Your Sinclair1st March 1993
Published in Your Sinclair #87
Nigel Mansell's World Championship
I've just got a car from my brother. She's a beautiful twenty-one-year old orange Beetle called Gigi, so I can sing songs from the film to her. The only thing is, I can't actually drive yet so I thought that Nigel Mansell's World Championship would give me a push in the right direction before the driving lessons proper start. I sat down ready to take the wheel and find out how its really done, oblivious to Andy O's observation that "real driving's a bit more difficult than sitting down in front of a computer." Pah! if I want to learn how to drive, who better to teach me the basics than Nigel Mansell? The problem was that Nigel Mansell doesn't really deal with basics. Ho hummmity hum!
Although Nigel Mansell (the man) has taken part in one hundred and seventy-six Grand Prix, you only have to deal with the one. There are sixteen different tracks in sixteen countries so you've got the weather element to cope with too, as well as the other eleven drivers. As with most other driving games you've got options such as souping-up your car a bit and choosing your driver and nationality. Then, of course, there are all the different gaming options. Do you want to play the whole Grand Prix, or just a lap? Or maybe you fancy a spot of training with our Nige? What a choice!
One Of Our Nigels Is Missing
I was remarkably sensible and opted for the training session. At no point did Nigel Mansell appear and give me instructions. He didn't even pop up on screen when I drove my new car off the road. Call that instructive? Pah! I was quite disappointed, I can tell you. All I did was drive around the circuit on my own for hours getting better and better. (So it was help then? Jonathan) Well, yes but it wasn't quite what I expected.
However, I did enjoy racing round the track. It's a cockpit-view racer and you can get a good look at your hands on the wheel. So, as you turn left you can see the wheel turning which helps when you start worrying about what direction you're going in. (Linda are you sure you want to learn how to drive? Andy O) The graphics are nice and simple, a bit like the game itself. There's nothing amazingly special here, the main races are naturally more entertaining than the training sessions due to the presence of (da-da-da-daaa!) other cars. Hurrah!
Baby, You Can Drive My Car
Before you can really start racing, you have to qualify. The first couple of times I tried to do this, I found myself a full two laps behind some of the other drivers 'cos I couldn't work out how to start. And it wasn't 'cos I'm stupid, as Stuart Campbell had the same problem, so there. Actually, he didn't get started at all whereas I managed to qualify, despite my initial, erm, 'disadvantage'. (The trick is to press forward and fire together before accelerating.)
If you're really keen on winning then you might want to take a peek at the control section. Here's where you can soup up your car by fiddling with the tyres and the aerofoils. Such fiddlings can prove very useful if you've got to deal with inclement weather.
Each circuit comes complete with a weather report along the lines of 'overcome the effects of thin air. The reduction of air pressure means less drag... the oxygen means that the engines produce less power.' If you're up on your racing cars no doubt you'll read such a description and immediately think, "Ooh, I'd better take a look at those tyres. Hmmm. And the aerofoil could be tilted slightly more..." Unfortunately. such subtle points are a bit lost on me. But no matter, I can still see that they're a good thing!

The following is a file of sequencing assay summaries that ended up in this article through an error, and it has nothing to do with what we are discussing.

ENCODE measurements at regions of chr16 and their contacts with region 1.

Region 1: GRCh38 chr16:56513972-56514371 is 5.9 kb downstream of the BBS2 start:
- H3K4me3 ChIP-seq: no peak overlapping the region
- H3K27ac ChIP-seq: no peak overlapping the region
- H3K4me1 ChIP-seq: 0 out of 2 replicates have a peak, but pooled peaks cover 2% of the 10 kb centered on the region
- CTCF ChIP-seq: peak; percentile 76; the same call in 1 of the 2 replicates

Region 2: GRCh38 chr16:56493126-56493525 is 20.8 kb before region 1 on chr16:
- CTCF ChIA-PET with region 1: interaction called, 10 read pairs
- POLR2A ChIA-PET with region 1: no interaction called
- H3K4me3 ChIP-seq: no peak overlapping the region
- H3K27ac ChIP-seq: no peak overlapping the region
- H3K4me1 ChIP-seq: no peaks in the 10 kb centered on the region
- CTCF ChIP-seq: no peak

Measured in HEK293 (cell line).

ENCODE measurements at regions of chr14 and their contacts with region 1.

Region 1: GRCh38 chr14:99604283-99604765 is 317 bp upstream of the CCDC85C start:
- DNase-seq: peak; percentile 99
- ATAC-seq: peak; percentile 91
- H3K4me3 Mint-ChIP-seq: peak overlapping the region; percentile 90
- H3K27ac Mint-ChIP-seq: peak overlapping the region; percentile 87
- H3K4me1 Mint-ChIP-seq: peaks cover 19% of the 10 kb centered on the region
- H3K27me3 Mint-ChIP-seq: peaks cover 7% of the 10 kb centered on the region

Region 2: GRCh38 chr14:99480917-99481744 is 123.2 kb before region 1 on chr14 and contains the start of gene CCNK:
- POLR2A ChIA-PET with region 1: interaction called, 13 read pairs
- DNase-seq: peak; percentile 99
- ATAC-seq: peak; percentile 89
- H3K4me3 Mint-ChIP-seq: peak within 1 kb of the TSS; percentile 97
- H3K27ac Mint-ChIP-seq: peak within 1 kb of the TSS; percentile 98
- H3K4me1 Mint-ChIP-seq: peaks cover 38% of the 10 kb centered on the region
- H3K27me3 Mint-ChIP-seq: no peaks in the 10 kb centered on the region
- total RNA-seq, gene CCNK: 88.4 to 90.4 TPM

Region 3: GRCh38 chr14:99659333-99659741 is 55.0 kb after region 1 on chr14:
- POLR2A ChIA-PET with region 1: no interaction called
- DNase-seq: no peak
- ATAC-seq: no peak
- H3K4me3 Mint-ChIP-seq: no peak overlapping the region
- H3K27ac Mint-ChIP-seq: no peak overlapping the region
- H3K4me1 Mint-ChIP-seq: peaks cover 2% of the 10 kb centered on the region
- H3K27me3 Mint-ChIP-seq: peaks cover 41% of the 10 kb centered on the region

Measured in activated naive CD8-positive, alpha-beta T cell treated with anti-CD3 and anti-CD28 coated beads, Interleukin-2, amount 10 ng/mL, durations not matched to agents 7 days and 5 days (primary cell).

Slipping And Sliding
And now we come to the part of the programme where you get told about the not-so-good things. We were given Nigel Mansell's World Championship on disk and it took a helluva lot of turning over and waiting in between the game bits. Jonathan and I shuddered when we thought of the tape version. If this is what you have to do with the disk, just imagine the loading times and tape-turnings. Agh! Street Fighter II revisited.
Despite being called Nigel Mansell's World Championship, this game has absolutely nothing whatsoever to do with the moustachioed one. Oh yeah, his name appears now and then but never his face. Or even his moustache. I mean, it's not as if we're asking Gremlin to do the impossible. I would have been satisfied with just Nigel's grinning visage on the loading screen. After all, Bob Monkhouse appeared in digitised form in Bob's Full House, as did Bob Holness in Blockbusters. Hang on, maybe it only works with people called Bob. [No, Huxley Pig did it too, and Max Headroom - Jonathan] They're not exactly people though, are they? No, Nige has definitely fallen foul of the Curse of the Not-Bobs.
Sorry about that little tirade, but I was kinda banking on Nigel making an appearance so it was all very disappointing indeed. But I shouldn't be too harsh 'cos overall the game is actually very good. Well, it is if sitting glued to a screen for hours following a track is your a idea of fun. Me? I could do it for ages - even if I don't get to meet Nige at the end!
Uppers: There's loads to do before you start racing, oodles of drivers to race against and plenty of tracks to race along. What's more - it' fun. Yeah!
Downers: There's no Nigel and I strongly suspect that it would be very frustrating and time-consuming to load in tape form. Little wrong with it, but nothing that makes you think this is something to be treasured for ever. Good clean competent fun.